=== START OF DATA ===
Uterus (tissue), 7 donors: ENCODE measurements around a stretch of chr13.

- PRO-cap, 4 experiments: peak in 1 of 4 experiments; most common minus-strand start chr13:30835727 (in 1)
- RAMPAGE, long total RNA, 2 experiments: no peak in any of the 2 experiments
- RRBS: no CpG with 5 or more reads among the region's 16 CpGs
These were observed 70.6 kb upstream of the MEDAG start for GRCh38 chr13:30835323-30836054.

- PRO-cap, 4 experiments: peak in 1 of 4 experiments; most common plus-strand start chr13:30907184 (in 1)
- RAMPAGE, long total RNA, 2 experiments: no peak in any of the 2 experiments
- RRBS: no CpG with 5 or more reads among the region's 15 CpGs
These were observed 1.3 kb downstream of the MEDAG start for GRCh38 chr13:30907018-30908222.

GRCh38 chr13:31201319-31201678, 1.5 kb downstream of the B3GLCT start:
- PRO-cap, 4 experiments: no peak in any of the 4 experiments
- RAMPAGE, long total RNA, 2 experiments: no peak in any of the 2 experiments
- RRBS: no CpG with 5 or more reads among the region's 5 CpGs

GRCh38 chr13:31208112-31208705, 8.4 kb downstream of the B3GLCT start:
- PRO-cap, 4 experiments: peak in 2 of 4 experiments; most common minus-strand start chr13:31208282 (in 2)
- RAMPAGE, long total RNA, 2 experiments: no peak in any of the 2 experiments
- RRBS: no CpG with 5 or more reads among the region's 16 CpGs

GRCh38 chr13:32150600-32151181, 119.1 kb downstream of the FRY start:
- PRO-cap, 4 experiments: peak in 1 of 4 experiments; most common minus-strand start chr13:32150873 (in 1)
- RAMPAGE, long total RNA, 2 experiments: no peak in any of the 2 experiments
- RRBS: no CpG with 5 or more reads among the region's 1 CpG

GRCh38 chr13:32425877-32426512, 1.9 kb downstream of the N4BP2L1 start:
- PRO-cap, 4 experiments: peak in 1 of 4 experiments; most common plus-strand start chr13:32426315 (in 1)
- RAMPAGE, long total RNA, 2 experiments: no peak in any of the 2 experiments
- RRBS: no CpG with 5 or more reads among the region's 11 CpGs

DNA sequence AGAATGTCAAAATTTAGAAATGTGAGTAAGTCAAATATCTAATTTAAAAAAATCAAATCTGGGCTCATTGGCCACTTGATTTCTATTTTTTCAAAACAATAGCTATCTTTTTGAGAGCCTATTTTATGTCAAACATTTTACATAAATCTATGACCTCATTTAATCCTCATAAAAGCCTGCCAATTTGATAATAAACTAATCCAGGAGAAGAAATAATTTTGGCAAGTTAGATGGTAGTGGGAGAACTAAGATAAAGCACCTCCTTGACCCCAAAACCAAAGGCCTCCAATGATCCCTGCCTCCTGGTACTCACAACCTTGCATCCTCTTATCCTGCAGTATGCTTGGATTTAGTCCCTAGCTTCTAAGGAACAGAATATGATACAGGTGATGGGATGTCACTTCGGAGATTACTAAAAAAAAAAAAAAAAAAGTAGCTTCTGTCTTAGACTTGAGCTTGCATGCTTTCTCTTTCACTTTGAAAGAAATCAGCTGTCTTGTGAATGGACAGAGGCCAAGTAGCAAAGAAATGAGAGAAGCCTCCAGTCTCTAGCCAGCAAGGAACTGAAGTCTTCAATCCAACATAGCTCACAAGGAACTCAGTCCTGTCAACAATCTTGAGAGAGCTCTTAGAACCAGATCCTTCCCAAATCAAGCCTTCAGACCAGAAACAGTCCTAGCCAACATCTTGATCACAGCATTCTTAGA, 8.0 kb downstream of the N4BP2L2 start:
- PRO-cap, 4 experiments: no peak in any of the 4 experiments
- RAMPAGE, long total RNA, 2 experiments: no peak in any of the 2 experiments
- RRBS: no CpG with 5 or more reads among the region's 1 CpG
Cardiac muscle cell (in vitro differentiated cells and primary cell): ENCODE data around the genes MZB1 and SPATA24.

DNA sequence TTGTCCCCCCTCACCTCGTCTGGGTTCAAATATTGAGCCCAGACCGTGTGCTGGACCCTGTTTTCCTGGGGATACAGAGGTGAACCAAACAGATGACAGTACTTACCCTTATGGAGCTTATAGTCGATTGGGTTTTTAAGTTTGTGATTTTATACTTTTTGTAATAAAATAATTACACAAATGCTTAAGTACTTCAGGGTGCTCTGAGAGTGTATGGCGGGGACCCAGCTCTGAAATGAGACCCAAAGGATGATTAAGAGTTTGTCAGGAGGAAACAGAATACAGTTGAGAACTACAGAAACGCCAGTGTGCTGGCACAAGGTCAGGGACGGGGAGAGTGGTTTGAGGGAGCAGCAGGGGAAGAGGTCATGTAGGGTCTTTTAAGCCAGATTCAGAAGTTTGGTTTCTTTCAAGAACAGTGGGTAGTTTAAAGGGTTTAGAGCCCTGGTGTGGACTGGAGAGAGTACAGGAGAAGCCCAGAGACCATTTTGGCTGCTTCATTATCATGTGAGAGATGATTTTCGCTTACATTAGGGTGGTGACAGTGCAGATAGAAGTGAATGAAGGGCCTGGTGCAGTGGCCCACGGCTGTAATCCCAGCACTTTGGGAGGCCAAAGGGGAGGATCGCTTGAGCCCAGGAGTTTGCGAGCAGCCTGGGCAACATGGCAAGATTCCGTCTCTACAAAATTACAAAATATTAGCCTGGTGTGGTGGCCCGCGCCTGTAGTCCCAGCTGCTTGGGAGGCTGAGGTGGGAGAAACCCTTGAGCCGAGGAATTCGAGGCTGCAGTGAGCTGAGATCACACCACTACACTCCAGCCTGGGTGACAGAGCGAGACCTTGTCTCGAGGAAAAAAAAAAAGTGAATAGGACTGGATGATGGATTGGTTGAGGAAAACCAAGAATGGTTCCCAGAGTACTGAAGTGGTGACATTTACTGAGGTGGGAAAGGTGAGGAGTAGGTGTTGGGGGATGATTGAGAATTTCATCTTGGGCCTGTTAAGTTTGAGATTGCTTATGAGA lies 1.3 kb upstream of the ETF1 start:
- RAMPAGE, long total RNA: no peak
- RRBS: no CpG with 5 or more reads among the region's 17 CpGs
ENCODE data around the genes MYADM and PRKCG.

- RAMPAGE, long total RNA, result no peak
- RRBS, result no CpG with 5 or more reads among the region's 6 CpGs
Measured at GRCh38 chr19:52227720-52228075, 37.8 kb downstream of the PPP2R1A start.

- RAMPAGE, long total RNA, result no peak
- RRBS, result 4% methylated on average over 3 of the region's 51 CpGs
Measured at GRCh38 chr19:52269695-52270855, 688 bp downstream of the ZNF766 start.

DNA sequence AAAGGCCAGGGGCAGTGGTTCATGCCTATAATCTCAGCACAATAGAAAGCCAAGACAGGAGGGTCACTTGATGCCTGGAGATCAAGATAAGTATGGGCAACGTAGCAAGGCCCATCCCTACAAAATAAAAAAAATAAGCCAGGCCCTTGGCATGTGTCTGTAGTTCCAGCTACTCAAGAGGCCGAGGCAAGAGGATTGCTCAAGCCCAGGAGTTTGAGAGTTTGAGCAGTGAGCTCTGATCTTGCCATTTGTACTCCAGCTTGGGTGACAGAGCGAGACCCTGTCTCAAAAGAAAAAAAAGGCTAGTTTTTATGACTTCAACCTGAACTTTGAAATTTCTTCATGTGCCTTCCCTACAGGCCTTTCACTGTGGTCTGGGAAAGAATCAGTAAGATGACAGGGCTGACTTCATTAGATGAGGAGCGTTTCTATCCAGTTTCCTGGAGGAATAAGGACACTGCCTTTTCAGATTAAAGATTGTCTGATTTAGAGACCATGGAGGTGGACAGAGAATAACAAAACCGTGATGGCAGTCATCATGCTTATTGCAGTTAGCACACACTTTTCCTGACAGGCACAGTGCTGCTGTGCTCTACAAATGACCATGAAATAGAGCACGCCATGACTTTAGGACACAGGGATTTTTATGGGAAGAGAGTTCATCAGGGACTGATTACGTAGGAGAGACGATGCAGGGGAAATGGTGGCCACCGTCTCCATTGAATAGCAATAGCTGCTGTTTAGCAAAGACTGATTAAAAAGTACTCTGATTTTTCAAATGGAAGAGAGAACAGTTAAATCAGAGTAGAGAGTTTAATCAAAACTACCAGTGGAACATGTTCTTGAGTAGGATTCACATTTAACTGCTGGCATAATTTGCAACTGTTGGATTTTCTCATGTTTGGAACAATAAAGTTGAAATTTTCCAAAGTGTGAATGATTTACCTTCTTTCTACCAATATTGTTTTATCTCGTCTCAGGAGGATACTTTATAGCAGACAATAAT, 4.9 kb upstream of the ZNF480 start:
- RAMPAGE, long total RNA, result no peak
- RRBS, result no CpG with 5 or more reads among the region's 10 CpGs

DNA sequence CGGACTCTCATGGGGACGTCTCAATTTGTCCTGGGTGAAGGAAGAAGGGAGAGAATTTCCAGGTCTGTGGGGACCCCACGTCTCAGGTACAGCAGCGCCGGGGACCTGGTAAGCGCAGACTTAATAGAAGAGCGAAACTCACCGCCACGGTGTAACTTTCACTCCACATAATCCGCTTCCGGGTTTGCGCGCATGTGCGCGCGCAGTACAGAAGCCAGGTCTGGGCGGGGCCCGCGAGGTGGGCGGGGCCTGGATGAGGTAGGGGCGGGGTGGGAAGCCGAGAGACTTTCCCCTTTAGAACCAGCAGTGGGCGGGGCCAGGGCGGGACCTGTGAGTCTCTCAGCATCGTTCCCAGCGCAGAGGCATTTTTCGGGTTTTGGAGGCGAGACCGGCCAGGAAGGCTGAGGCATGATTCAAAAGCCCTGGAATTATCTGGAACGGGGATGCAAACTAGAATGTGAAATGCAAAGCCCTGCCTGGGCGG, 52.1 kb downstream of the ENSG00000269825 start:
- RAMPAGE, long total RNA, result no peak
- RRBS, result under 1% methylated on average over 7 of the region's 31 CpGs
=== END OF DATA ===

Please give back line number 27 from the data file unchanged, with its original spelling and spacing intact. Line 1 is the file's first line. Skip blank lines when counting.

- PRO-cap, 4 experiments: no peak in any of the 4 experiments